They had, but we’ve already sent the players home. They played the group stage of the Maincast event from home.

Three weeks is the limit. An optimal bootcamp lasts about two weeks, then it’s very constructive and rational without getting tedious. Three weeks are too much.

One way or another, this is going to yield results. I’m prepared to wait.

Afoninje said in an interview that, rather than going to a bootcamp right away, the new roster would be better off playing together online for a while.
That was what we did. We formed the roster, they played praccs from home for about ten days, and only then went to the bootcamp.

Who decides that it’s bootcamp time?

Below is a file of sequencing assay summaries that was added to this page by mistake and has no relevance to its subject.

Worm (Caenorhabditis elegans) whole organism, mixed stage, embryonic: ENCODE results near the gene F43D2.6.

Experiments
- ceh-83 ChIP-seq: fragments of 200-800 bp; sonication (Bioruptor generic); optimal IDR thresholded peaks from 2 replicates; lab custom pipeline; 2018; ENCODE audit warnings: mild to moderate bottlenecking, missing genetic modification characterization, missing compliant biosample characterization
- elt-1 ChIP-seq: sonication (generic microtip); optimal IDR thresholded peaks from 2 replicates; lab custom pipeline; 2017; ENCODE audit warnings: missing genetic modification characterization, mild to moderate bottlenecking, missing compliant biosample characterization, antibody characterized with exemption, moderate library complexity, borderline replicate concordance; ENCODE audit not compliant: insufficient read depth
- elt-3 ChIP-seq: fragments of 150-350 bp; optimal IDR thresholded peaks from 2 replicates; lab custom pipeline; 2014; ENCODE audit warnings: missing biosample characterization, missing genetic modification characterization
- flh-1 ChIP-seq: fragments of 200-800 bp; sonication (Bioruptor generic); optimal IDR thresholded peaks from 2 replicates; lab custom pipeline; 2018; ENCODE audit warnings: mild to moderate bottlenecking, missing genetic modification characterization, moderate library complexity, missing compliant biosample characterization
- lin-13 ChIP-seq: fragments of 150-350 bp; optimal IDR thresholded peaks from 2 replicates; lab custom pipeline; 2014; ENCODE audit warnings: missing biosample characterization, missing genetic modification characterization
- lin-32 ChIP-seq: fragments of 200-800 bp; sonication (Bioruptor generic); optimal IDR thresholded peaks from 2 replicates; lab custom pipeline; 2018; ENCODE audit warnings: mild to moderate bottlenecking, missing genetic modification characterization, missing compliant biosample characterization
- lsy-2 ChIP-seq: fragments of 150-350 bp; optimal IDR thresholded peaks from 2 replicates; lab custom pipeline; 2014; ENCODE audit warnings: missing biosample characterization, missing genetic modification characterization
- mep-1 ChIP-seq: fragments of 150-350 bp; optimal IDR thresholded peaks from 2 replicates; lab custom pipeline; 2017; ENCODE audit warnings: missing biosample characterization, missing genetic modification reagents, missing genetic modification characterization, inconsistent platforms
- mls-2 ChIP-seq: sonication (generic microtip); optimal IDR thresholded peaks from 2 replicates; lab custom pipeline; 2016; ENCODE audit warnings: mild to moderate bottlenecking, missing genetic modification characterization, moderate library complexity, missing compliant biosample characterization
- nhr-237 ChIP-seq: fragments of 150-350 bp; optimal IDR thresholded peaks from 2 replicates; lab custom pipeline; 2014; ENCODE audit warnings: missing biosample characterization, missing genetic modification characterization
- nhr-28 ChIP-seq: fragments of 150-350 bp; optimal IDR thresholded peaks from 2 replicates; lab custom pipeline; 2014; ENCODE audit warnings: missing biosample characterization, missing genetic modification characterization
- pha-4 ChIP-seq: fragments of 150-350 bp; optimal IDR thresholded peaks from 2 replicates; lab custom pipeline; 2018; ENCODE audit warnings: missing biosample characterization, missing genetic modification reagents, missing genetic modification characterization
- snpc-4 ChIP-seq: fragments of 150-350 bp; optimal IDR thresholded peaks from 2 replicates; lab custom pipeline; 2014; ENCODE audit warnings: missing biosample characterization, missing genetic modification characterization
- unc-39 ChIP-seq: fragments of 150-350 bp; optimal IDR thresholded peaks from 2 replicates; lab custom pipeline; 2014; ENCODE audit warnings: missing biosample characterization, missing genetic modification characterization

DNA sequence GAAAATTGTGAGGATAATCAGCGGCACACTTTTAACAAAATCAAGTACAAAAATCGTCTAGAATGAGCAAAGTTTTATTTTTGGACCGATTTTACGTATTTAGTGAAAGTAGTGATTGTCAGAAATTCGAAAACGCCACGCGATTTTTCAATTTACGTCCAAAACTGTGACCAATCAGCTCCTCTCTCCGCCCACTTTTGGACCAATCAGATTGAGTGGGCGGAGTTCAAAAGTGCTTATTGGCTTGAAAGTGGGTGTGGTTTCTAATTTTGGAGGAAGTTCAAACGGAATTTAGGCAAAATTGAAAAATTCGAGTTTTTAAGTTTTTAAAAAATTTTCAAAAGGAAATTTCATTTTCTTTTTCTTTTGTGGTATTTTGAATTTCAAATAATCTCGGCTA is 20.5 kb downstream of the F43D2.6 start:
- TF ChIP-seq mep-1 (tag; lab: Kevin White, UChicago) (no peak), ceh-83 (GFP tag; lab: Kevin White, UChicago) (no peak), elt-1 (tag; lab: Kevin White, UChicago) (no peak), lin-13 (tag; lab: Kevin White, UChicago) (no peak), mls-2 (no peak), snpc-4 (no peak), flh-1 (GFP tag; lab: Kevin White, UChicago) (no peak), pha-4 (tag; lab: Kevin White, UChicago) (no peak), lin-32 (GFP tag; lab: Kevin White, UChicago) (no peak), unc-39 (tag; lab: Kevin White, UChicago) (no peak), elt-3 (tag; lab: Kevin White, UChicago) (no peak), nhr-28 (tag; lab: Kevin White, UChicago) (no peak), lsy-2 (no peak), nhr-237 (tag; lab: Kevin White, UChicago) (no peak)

The org has the initiative. The manager obviously discusses it with both the coach and Akbar. [Then] he gives me the approximate dates, and we coordinate everything — the office staff, the gaming house or apartment, and so on.

How would you rate the team’s performance in the qualifiers? You did make the Minor, but failed everywhere else.
The results are satisfactory. We knew it would be hard to get to a Major right away. But we’ve met our minimum goals. We regarded all other online tournaments as more like praccs, so that was no disaster. We still have a chance to put up a fight at the minor and maybe even make it to the major.

What must the team achieve for you to say that the experiment has been a success?
Making it directly to The International, at the very least.

How much time are you prepared to give players so that they could find themselves? If they hadn’t qualified for the Minor, would you have done what Kondakov did?
No, I’d have definitely given the roster more time. I like the way the guys are working, the atmosphere they’ve got, how they listen to their coach and their captain. One way or another, this is going to yield results. I’m prepared to wait.